Building Information Modelling (BIM) is the management of information through the whole life cycle of a built asset, from initial design all the way through to construction, maintaining and finally de-commissioning, through the use of digital modelling.

Metsec, for example, is accredited to BIM Level 2 and can offer design services to clients in the concept design stage. In practice, this means that a building, infrastructure or landscape can be designed and built using data sets and images digitally, even before the first spade goes in the ground.

BIM is all about collaboration between engineers, owners, architects and contractors — allowing design and construction teams to communicate about design and co-ordinate information across different levels that have been unseen before. It also helps to analyse any potential impacts that previously may have been overlooked or unforeseen.

The objective of BIM is to satisfy the three components of a successful project — namely time, cost and quality, by managing the project using a more efficient and reliable method of work.

With project costs an ongoing concern, particularly with public projects, the UK Government has recognised the invaluable role that BIM can play in controlling costs and timescales. Since April 2016, the UK Government has required construction suppliers tendering for centrally-procured Government projects, including buildings and infrastructure, to be working at BIM Level 2. What was industry best practice has now become a compulsory part of major projects.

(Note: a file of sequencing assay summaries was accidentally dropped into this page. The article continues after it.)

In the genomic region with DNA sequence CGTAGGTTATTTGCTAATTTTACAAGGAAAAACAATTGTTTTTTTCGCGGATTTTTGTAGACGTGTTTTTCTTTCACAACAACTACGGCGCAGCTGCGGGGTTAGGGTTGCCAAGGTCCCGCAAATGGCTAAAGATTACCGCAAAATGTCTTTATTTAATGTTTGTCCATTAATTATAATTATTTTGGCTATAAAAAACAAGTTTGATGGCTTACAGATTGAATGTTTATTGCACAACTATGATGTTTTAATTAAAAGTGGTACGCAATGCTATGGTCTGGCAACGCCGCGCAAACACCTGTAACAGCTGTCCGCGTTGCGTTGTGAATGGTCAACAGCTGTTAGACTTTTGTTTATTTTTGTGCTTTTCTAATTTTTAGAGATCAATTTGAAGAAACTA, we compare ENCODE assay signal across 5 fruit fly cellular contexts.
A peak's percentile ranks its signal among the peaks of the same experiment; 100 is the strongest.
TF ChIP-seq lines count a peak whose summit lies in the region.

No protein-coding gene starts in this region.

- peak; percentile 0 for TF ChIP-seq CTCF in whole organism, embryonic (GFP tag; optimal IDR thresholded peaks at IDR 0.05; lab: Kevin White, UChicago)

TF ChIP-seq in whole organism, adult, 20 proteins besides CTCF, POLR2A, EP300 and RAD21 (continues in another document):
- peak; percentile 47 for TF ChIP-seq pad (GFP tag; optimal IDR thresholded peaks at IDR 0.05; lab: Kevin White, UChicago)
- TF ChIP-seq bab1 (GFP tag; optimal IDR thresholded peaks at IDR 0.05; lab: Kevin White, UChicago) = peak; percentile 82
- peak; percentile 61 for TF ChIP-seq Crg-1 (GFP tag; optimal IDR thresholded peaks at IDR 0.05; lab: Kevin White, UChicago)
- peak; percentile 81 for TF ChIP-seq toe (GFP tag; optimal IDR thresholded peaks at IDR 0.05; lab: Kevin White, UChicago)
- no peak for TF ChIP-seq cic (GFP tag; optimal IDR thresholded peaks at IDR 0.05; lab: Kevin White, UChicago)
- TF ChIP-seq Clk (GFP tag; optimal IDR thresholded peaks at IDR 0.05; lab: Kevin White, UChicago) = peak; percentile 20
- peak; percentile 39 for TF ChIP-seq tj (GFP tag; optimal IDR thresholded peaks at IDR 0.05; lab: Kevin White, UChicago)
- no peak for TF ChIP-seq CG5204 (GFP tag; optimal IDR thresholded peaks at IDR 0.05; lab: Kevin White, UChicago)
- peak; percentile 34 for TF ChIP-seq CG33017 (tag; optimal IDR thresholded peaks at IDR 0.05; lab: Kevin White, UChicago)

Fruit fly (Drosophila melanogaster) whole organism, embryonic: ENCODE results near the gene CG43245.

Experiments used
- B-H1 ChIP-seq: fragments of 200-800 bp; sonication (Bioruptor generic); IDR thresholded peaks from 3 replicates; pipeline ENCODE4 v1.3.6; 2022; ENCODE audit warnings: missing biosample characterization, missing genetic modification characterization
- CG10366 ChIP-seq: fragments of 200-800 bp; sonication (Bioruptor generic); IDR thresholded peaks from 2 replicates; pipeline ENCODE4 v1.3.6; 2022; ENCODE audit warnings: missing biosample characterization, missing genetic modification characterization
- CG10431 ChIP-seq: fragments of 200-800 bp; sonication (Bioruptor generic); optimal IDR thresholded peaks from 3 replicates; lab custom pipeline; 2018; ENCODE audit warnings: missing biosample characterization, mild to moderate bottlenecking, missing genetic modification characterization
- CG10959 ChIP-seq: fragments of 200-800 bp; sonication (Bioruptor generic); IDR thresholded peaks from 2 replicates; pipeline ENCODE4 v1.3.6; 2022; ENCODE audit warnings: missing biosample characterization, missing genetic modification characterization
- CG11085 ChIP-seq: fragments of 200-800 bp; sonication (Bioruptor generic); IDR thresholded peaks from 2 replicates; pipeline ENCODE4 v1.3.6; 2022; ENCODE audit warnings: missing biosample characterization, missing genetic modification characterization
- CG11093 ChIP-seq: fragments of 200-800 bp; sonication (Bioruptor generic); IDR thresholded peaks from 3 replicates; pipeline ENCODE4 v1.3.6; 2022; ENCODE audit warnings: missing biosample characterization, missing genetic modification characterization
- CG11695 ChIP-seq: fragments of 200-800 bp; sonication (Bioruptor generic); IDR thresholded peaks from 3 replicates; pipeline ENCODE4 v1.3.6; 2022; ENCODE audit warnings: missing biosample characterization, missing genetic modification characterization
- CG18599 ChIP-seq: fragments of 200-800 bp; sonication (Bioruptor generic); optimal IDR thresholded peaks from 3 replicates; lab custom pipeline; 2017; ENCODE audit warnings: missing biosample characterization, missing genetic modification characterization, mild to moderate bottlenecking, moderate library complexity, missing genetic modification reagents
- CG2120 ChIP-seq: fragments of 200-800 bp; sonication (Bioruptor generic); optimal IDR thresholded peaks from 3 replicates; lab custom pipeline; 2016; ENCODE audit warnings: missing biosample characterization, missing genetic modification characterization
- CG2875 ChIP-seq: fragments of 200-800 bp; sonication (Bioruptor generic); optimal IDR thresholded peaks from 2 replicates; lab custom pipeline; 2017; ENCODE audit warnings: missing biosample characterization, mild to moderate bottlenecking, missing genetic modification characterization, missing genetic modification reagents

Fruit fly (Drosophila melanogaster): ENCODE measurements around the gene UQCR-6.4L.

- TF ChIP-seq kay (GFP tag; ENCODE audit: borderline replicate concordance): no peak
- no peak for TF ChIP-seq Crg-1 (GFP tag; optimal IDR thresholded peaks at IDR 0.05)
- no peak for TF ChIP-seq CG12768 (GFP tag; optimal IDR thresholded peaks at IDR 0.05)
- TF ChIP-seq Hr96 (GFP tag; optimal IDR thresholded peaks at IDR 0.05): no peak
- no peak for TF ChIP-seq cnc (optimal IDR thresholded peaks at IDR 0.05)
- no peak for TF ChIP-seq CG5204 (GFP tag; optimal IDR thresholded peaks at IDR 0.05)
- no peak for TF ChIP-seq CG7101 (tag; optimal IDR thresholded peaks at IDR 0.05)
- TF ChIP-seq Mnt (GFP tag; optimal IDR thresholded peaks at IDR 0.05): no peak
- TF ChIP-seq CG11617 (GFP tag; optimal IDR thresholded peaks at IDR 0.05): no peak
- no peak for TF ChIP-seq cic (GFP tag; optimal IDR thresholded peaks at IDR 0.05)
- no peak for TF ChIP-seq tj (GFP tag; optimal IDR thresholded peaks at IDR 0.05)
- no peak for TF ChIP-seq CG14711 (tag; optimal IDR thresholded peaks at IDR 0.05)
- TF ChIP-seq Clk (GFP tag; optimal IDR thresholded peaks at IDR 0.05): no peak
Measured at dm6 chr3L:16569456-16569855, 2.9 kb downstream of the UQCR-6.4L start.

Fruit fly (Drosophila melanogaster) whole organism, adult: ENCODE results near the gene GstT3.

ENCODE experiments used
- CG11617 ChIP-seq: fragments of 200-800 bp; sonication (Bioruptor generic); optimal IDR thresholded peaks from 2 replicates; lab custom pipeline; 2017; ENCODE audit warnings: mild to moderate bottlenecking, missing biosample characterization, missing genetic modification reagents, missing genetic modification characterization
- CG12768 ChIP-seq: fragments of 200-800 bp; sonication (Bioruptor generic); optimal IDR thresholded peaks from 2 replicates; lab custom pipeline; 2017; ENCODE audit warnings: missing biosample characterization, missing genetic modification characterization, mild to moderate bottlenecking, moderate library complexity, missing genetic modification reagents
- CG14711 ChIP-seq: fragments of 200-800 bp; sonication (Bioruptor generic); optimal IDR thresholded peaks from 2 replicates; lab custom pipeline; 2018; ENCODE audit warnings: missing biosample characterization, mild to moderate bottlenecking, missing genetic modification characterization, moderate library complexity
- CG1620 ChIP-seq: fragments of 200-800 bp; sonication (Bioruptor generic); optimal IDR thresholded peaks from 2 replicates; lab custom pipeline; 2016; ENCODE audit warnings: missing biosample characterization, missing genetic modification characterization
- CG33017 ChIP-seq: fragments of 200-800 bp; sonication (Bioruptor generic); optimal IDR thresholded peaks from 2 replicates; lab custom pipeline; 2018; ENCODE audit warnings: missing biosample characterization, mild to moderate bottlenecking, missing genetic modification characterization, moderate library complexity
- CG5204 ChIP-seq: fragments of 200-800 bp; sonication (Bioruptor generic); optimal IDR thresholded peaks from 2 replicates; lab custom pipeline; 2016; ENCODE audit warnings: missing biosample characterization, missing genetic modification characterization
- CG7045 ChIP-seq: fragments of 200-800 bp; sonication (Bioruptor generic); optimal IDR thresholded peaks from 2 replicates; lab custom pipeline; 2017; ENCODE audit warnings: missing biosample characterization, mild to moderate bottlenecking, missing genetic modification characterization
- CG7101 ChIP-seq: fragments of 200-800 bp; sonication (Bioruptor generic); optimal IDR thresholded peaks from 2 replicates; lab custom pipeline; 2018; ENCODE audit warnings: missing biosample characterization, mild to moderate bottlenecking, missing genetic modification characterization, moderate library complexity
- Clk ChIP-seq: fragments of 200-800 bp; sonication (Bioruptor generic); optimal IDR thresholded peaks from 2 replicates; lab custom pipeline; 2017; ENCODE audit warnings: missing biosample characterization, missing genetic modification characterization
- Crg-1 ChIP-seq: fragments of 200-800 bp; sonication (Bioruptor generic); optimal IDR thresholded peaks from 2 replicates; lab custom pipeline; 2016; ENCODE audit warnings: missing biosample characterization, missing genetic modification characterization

A key issue that contributes to these budgetary and, often, timescale issues is the fact that a limited number of parties is engaged in the early design stages of the project. The end client, the architect and, often, a commercial team will work on the initial phase, but ultimately those who can advise and guide — namely the manufacturers and installers —are not consulted in this stage and are often appointed much further down the line of the project.

BIM play a key role in this building at 66b Queen Square in Bristol.

With major projects, early engagement of all delivery partners can have a significant impact on the project and ensure that the designs and construction methods are fit for purpose.

But it is more than just that. Whilst early engagement is key, it is early commitment to the design that is vital in keeping costs down and a project on-track. All parties need to finalise the materials, methods and timescales on the project in the early stages and commit to adhering to these elements throughout the delivery of the project.

Whilst BIM has been introduced as a compulsory measure for many public projects, it’s important for the industry not to view it as red tape or a restrictive burden, but rather see BIM as an enabler to streamline processes and work collaboratively in order to bring down costs for the overall project.

Ryan Simmonds is sales director for framing at voestalpine Metsec Plc.

Reference

(1) http://www.mckinsey.com/ industries/capital-projects-and-infrastructure/our-insights/ megaprojects-the-good-the-bad-and-the-better